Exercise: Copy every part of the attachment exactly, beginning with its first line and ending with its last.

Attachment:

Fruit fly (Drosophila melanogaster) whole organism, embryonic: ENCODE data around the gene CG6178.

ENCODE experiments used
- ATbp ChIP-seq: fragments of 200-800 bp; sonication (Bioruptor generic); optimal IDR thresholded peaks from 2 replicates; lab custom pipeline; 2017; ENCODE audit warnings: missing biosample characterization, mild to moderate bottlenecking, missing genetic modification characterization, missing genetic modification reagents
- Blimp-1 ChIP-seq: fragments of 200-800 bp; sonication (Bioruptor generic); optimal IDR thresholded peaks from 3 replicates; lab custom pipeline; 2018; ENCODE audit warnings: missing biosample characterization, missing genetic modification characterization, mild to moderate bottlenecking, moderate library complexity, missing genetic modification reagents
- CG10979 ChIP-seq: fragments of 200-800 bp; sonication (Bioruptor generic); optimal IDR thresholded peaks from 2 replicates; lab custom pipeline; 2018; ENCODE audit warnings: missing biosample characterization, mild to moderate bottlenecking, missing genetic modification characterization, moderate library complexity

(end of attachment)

Fruit fly (Drosophila melanogaster) whole organism, embryonic: ENCODE data around the gene CG6178.

ENCODE experiments used
- ATbp ChIP-seq: fragments of 200-800 bp; sonication (Bioruptor generic); optimal IDR thresholded peaks from 2 replicates; lab custom pipeline; 2017; ENCODE audit warnings: missing biosample characterization, mild to moderate bottlenecking, missing genetic modification characterization, missing genetic modification reagents
- Blimp-1 ChIP-seq: fragments of 200-800 bp; sonication (Bioruptor generic); optimal IDR thresholded peaks from 3 replicates; lab custom pipeline; 2018; ENCODE audit warnings: missing biosample characterization, missing genetic modification characterization, mild to moderate bottlenecking, moderate library complexity, missing genetic modification reagents
- CG10979 ChIP-seq: fragments of 200-800 bp; sonication (Bioruptor generic); optimal IDR thresholded peaks from 2 replicates; lab custom pipeline; 2018; ENCODE audit warnings: missing biosample characterization, mild to moderate bottlenecking, missing genetic modification characterization, moderate library complexity